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Kenya Ceramic Jiko
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Traditional cooking methods in central Africa used a ceramic pot on an open fire or brick fireplace.
With the introduction of iron, metal cooking pots came into use (Figure 1). This was usually supported on stones or clay bricks, with a wood fire burning underneath.
With the flux of traders and colonists from Europe, surplus metal drums (oil, petrol) became available. These were cut open and flattened by village metal smiths. The sheet metal could be folded and riveted, and used for many purposes. Thus, simple stoves or jinkos were made from sheet metal (Figure 2). This is a simple cylinder with a perforated shelf half way up to support the fire. These were in almost universal use in Kenya for centuries. Heat escapes through the walls, making it very inefficient. The red-hot metal has a short lifetime.
Burning wood produces much smoke, which is a severe nuisance in a confined space such as a village hut. Many of the combustion products are toxic. Thus in some areas coke came into use. Wood is burned underground to exclude oxygen. The volatile constituents are driven off, and the solid carbon and the minerals are fused into a grey solid. This is then sold to villagers for use in their jinkos, with reduced smoke.
With ballooning populations, the forests are increasingly degraded by the demand for firewood. Collecting firewood is a major imposition on women. And the toxic fumes were still a problem.
Meanwhile, back in Europe, the value of ceramics was known. The classic Victorian fireplace had a ceramic block behind the fire. This provided insulation, reducing heat loss to the back. It also protected the metal from heat, prolonging its life.
Thus a group of aid workers searched for a more efficient jinko. They received funding from local and overseas sources. They applied the European ceramic technology by making a liner. This went through an evolution, but a typical product is shown in Figs 3-5.
The new design
The metal structure is made from old oil drums, flattened, cut using a template, re rolled, and riveted. It consists of two truncated cones, in an “hour glass” configuration. The lower cone has a hinged door.
A ceramic liner is made by local potters. Local clay is formed, using a mold. The bottom is perforated, and it is then fired. This is placed in the upper cone.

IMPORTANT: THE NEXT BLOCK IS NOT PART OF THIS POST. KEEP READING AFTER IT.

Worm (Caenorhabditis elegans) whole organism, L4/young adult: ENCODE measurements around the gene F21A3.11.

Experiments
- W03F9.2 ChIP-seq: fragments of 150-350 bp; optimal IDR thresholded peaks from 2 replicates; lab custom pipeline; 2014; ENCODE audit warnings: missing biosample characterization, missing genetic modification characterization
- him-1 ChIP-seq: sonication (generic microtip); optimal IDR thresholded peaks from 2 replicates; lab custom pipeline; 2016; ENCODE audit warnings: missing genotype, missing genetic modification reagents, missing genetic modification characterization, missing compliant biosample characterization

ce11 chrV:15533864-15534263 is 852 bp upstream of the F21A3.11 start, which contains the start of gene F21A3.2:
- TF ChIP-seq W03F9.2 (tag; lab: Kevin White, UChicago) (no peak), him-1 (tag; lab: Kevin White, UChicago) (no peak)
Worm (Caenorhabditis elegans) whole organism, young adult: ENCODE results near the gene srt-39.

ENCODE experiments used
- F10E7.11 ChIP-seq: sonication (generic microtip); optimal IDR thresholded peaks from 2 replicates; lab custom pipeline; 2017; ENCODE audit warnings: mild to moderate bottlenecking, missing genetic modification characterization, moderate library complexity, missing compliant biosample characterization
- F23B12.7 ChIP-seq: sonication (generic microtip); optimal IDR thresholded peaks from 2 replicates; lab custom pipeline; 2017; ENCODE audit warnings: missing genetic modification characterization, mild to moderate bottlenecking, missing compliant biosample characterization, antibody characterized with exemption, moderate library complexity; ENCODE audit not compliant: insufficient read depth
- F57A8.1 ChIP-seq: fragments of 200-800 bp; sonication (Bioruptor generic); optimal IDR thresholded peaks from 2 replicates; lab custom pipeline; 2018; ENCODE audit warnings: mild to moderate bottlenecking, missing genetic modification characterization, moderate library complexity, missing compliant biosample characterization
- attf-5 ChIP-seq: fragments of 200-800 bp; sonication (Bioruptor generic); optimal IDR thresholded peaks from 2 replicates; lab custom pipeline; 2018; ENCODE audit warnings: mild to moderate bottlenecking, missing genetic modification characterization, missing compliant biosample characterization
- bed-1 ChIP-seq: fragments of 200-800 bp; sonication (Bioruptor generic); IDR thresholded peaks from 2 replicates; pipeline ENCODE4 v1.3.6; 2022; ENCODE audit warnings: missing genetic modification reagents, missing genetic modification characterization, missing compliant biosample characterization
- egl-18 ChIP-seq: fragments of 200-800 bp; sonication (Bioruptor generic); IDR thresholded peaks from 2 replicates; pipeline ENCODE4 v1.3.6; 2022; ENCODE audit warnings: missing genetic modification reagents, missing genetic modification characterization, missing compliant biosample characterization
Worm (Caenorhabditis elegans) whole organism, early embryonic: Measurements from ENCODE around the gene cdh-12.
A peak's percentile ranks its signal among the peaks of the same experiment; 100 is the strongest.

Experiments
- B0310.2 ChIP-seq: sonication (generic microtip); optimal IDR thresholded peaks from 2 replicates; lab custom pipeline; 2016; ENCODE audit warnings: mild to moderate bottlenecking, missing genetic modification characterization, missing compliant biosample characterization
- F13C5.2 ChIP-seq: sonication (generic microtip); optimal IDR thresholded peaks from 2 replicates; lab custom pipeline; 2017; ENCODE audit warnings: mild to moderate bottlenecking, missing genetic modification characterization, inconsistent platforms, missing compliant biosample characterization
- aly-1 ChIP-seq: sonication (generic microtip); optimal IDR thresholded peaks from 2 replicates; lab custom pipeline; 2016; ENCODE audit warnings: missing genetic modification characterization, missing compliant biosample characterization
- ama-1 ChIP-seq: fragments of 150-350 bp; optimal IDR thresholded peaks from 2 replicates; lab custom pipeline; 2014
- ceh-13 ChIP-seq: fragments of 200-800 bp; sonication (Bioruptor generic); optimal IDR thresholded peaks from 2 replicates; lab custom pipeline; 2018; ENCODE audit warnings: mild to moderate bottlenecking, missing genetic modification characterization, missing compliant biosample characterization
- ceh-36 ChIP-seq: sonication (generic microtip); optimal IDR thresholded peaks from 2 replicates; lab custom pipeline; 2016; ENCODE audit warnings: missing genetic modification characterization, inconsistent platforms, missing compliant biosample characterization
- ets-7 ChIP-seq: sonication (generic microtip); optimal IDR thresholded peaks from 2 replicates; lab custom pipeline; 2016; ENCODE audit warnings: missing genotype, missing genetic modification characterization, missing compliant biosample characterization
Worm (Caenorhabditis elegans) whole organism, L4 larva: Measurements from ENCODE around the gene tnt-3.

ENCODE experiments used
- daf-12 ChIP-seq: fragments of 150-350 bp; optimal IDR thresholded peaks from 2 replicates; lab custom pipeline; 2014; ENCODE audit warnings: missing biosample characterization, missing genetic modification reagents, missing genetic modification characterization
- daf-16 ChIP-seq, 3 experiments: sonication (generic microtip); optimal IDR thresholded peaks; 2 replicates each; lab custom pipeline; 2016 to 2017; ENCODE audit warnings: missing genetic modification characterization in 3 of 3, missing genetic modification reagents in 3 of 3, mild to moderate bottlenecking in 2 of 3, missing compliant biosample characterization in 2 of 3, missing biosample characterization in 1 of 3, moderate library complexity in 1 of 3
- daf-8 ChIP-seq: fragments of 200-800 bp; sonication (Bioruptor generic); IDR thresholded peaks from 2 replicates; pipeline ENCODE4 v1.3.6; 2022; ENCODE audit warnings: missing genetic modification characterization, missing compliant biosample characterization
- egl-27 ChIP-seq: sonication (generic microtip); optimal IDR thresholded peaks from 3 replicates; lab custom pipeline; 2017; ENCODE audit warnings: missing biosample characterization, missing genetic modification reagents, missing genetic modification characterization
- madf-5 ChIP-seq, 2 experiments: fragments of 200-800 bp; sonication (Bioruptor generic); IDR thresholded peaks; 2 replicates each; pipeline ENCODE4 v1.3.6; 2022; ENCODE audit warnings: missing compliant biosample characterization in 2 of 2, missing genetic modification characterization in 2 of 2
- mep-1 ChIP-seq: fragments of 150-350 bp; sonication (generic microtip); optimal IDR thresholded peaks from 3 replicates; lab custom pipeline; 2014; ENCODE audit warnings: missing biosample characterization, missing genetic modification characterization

The completed unit cost US$15 at first, but after decades of refinement and competition the prices is now $1 to 4.
In use, the coke is placed in the upper chamber and lighted. Three hinged lugs can be folded inwards to support the cooking pot. A regulate air flow comes through the perforations in the liner. After the fire is established, the hinged door can be closed to further regulate air flow.
The lumps of coke cannot fall until they are reduced to fine ash, which then falls through the holes. When it accumulates, it can be removed through the door.
The metal is not exposed to red heat, and so has a reasonable life. There are handles on the sides and also on the door, to allow handling.
Engineers might recognize many engineering principles incorporated in the Kenya Ceramic Jinko.
The firebox is insulated on all nonworking surfaces. Radiation and convection from the fire impinges on the walls. The ceramic, being a poor thermal conductor, rises to red heat, radiating according to blackbody theory (flux proportional to absolute temperature to the fourth power). . It stabilizes at an equilibrium temperature, where the energy it radiates inwards, equals the energy it absorbs from the fire.
In other words, the wall looks like a mirror to thermal radiation. With less heat loss, the higher temperature allows more complete combustion.
The holes in the bottom retain the pieces of coke or wood. The carbon content is oxidized to carbon monoxide and carbon dioxide (this releases the heat energy). It burns eventually to a powdery ash (the mineral content of the coke), which then falls through to the lower section. This can be emptied with a scoop.
The air flow is limited by the hole size, and then further by closing the door. Thus the burning rate is limited and controlled by availability of oxygen (as in a slow combustion heater).
The best Western space heaters have an “afterburning chamber”, where new air is introduced to the gases away from the fuel. Thus the CO and other partial products have a second chance of further combustion to CO2, recovering more heat and being less toxic. Is this an opportunity for further improvement of the KCJ?
The KCJ reduces fuel use by 30-50%, with corresponding reduction in greenhouse gases. The average saving is $60 worth of coke or firewood per year. Women are spared some of the exertion of finding and collecting wood or coke. The fumes are much reduced, improving the confort of families.
In 1995, 700,000 were in use in Kenya, reaching 50% of households. Smaller numbers reached neighboring states.
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